Once Upon A River by Diane Setterfield

Once Upon A River by Diane Setterfield

On a dark midwinter’s night in an ancient inn on the Thames, the regulars are entertaining themselves by telling stories when the door bursts open and in steps an injured stranger. In his arms is the drowned corpse of a child.

Hours later, the dead girl stirs, takes a breath and returns to life.

Is it a miracle?

Is it magic?

And who does the little girl belong to?

An exquisitely crafted multi-layered mystery brimming with folklore, suspense and romance, as well as with the urgent scientific curiosity of the Darwinian age, Once Upon a River is as richly atmospheric as Setterfield’s bestseller The Thirteenth Tale.

Once Upon A River

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My Thoughts

Why has it taken me so long to read this outstanding novel?

I love this nineteenth-century story which has many twists and turns, just like the river that it is set upon. The author has produced writing at it’s finest, with this mystical, mythical story which is laced with folklore and magic.

Once Upon A River begins at an inn called The Swan, situated next to the river Thames. Locals gather there to while away the winters nights, drinking ale and telling stories. On the night of the winter solstice, a badly injured man appears holding what is first thought to be a small lifeless child. To the astonishment of all witnesses, the child who appeared to have drowned suddenly awakes whilst the nurse is tending to her. As news of the strange occurrence spreads throughout the village, more than one family come forward to claim the child as their own.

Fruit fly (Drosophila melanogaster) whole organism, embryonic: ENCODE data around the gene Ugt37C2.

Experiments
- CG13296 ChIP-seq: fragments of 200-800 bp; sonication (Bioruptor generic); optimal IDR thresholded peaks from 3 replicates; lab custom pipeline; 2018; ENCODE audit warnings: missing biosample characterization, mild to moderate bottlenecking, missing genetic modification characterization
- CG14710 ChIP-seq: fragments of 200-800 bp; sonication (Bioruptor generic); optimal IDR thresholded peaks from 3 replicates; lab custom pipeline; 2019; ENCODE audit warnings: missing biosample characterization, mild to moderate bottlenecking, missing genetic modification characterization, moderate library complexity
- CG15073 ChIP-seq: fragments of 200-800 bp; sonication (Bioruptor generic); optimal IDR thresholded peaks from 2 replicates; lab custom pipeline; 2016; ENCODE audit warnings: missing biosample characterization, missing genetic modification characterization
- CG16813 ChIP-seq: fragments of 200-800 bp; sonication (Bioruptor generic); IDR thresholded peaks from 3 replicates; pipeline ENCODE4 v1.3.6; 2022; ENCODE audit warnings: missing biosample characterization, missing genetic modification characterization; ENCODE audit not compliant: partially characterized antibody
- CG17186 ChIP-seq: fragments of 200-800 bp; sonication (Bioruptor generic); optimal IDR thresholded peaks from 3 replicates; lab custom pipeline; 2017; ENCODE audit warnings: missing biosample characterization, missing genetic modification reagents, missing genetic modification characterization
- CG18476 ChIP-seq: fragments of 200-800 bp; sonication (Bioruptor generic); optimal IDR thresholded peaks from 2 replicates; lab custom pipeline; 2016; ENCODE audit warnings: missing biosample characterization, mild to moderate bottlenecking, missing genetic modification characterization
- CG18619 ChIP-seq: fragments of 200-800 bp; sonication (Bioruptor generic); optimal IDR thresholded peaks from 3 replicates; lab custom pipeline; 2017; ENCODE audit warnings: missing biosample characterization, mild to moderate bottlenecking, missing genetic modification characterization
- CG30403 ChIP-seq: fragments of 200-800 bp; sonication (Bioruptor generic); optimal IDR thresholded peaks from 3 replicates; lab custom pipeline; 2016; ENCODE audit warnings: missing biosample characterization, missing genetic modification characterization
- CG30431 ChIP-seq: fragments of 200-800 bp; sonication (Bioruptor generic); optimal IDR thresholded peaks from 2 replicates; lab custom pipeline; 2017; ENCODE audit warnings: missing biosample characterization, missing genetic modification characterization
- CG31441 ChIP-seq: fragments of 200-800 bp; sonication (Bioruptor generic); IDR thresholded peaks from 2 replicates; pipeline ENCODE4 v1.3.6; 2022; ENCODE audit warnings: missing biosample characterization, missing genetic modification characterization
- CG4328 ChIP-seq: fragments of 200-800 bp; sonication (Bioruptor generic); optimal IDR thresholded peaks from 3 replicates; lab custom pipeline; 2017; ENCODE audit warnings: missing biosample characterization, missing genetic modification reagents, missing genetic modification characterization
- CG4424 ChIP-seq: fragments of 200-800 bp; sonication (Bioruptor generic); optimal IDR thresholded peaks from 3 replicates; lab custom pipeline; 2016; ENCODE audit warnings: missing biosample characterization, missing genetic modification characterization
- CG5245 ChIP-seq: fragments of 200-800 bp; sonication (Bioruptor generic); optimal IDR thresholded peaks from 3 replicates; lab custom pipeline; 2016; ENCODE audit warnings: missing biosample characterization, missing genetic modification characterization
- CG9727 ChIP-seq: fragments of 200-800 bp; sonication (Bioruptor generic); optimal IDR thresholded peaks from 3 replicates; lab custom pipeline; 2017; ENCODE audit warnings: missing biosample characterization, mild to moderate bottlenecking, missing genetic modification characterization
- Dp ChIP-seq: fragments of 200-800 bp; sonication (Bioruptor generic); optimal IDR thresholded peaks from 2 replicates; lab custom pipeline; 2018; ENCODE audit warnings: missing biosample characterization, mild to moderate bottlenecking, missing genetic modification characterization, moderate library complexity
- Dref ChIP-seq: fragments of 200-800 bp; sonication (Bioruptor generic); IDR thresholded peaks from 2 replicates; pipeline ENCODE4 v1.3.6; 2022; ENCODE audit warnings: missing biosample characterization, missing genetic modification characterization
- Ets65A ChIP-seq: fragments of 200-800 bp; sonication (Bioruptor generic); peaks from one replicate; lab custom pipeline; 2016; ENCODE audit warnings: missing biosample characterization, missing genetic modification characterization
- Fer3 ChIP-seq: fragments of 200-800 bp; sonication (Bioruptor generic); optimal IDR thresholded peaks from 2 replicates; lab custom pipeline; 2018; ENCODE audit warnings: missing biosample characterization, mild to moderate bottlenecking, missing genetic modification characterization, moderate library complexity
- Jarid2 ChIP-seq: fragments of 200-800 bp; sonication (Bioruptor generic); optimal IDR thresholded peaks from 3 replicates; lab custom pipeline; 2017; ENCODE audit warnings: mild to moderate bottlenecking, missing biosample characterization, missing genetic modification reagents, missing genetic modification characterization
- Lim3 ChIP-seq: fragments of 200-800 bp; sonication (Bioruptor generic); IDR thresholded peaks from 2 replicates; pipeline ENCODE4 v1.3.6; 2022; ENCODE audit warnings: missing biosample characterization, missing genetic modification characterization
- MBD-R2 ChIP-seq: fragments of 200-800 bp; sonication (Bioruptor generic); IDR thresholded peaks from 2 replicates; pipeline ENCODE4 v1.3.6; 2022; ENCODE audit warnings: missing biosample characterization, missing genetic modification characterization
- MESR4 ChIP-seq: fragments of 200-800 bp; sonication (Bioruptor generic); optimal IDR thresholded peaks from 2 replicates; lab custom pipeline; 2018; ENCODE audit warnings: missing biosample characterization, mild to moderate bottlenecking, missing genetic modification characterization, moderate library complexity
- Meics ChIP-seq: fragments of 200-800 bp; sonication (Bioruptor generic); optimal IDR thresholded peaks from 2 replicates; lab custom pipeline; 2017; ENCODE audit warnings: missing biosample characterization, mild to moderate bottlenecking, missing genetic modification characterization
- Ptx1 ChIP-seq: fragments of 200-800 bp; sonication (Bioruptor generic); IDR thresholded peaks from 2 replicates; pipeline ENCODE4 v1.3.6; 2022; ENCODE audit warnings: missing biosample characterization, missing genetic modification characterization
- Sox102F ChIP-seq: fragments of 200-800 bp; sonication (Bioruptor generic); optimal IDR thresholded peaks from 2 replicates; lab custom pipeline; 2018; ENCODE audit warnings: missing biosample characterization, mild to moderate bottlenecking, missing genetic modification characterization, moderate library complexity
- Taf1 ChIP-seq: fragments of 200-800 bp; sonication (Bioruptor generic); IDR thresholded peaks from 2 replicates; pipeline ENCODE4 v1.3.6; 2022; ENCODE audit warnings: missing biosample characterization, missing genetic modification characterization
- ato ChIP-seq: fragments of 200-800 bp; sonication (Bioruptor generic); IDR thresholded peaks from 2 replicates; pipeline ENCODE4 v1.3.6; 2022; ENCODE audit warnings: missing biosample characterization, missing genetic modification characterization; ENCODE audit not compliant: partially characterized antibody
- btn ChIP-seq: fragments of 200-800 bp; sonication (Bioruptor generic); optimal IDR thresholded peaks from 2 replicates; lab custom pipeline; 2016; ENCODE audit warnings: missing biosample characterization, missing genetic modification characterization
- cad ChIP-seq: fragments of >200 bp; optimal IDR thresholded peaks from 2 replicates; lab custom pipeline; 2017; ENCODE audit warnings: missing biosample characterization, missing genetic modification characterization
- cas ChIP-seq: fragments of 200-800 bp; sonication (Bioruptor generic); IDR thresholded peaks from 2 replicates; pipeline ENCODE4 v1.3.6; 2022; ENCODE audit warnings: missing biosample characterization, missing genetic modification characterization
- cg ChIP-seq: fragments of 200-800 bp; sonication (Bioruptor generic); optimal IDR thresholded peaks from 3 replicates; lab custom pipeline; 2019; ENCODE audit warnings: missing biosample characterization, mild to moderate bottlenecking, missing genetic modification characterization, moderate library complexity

I found myself completely lost in this book. There are many characters but they are all multi-layered and really come to life on the page. I loved the mystical theories concerning ‘Quietly’ a ghostly ferryman who was believed to help villagers in peril on the river, by getting them safely home.

The many river references combine beautifully with the whimsical poignancy of this remarkable book. It was interesting to read about the many comparisons between a river and a story, both winding and flowing with many tributaries playing an integral part. The mystery element keeps you guessing and although it is not a fast-paced book it is really captivating and leads to a satisfying conclusion.

This is the first book I have read by Diane Setterfield but it has left me eager to read more. Thank you so much to the publisher and author for a copy which I have reviewed honestly.


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